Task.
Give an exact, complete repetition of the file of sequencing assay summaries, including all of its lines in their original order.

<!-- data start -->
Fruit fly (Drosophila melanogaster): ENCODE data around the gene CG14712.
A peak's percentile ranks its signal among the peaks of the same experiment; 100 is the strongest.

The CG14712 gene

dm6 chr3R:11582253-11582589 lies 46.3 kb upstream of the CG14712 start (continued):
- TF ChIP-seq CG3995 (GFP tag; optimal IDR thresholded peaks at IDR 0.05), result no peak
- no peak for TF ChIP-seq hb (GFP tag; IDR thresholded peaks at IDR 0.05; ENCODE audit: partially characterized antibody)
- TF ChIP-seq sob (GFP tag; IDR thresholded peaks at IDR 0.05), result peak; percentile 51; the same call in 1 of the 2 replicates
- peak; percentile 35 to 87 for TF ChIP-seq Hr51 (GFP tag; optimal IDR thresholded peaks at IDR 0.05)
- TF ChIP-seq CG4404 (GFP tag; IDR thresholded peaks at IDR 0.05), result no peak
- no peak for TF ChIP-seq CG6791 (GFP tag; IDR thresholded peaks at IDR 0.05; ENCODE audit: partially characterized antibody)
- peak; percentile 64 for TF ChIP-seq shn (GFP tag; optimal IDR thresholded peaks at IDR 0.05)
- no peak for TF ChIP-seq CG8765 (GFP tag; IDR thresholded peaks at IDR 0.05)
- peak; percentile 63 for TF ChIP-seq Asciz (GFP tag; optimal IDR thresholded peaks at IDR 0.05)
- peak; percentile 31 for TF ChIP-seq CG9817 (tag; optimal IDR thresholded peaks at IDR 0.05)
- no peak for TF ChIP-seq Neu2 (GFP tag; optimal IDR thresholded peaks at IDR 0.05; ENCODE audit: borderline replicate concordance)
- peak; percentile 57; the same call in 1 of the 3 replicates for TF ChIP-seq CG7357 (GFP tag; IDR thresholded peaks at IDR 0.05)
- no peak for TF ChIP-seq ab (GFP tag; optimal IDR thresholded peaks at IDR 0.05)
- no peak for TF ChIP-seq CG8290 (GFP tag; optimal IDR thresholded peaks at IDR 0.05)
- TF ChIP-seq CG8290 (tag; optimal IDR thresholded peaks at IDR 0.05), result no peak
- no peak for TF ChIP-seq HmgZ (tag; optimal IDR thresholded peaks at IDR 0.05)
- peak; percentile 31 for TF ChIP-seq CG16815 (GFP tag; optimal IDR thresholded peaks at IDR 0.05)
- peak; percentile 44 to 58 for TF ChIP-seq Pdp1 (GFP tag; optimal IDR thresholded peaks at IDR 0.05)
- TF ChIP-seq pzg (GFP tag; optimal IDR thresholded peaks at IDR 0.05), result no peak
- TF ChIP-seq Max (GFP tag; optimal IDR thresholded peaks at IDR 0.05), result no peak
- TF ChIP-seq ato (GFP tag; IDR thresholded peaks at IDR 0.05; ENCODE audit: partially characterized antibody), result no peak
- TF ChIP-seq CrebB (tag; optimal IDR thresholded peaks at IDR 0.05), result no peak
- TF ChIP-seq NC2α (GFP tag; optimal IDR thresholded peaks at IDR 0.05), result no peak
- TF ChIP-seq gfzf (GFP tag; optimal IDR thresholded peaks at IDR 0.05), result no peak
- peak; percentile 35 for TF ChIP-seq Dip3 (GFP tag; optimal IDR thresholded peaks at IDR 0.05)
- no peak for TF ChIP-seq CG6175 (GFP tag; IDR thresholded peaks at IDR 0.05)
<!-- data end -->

Fruit fly (Drosophila melanogaster): ENCODE data around the gene CG14712.
A peak's percentile ranks its signal among the peaks of the same experiment; 100 is the strongest.

The CG14712 gene

dm6 chr3R:11582253-11582589 lies 46.3 kb upstream of the CG14712 start (continued):
- TF ChIP-seq CG3995 (GFP tag; optimal IDR thresholded peaks at IDR 0.05), result no peak
- no peak for TF ChIP-seq hb (GFP tag; IDR thresholded peaks at IDR 0.05; ENCODE audit: partially characterized antibody)
- TF ChIP-seq sob (GFP tag; IDR thresholded peaks at IDR 0.05), result peak; percentile 51; the same call in 1 of the 2 replicates
- peak; percentile 35 to 87 for TF ChIP-seq Hr51 (GFP tag; optimal IDR thresholded peaks at IDR 0.05)
- TF ChIP-seq CG4404 (GFP tag; IDR thresholded peaks at IDR 0.05), result no peak
- no peak for TF ChIP-seq CG6791 (GFP tag; IDR thresholded peaks at IDR 0.05; ENCODE audit: partially characterized antibody)
- peak; percentile 64 for TF ChIP-seq shn (GFP tag; optimal IDR thresholded peaks at IDR 0.05)
- no peak for TF ChIP-seq CG8765 (GFP tag; IDR thresholded peaks at IDR 0.05)
- peak; percentile 63 for TF ChIP-seq Asciz (GFP tag; optimal IDR thresholded peaks at IDR 0.05)
- peak; percentile 31 for TF ChIP-seq CG9817 (tag; optimal IDR thresholded peaks at IDR 0.05)
- no peak for TF ChIP-seq Neu2 (GFP tag; optimal IDR thresholded peaks at IDR 0.05; ENCODE audit: borderline replicate concordance)
- peak; percentile 57; the same call in 1 of the 3 replicates for TF ChIP-seq CG7357 (GFP tag; IDR thresholded peaks at IDR 0.05)
- no peak for TF ChIP-seq ab (GFP tag; optimal IDR thresholded peaks at IDR 0.05)
- no peak for TF ChIP-seq CG8290 (GFP tag; optimal IDR thresholded peaks at IDR 0.05)
- TF ChIP-seq CG8290 (tag; optimal IDR thresholded peaks at IDR 0.05), result no peak
- no peak for TF ChIP-seq HmgZ (tag; optimal IDR thresholded peaks at IDR 0.05)
- peak; percentile 31 for TF ChIP-seq CG16815 (GFP tag; optimal IDR thresholded peaks at IDR 0.05)
- peak; percentile 44 to 58 for TF ChIP-seq Pdp1 (GFP tag; optimal IDR thresholded peaks at IDR 0.05)
- TF ChIP-seq pzg (GFP tag; optimal IDR thresholded peaks at IDR 0.05), result no peak
- TF ChIP-seq Max (GFP tag; optimal IDR thresholded peaks at IDR 0.05), result no peak
- TF ChIP-seq ato (GFP tag; IDR thresholded peaks at IDR 0.05; ENCODE audit: partially characterized antibody), result no peak
- TF ChIP-seq CrebB (tag; optimal IDR thresholded peaks at IDR 0.05), result no peak
- TF ChIP-seq NC2α (GFP tag; optimal IDR thresholded peaks at IDR 0.05), result no peak
- TF ChIP-seq gfzf (GFP tag; optimal IDR thresholded peaks at IDR 0.05), result no peak
- peak; percentile 35 for TF ChIP-seq Dip3 (GFP tag; optimal IDR thresholded peaks at IDR 0.05)
- no peak for TF ChIP-seq CG6175 (GFP tag; IDR thresholded peaks at IDR 0.05)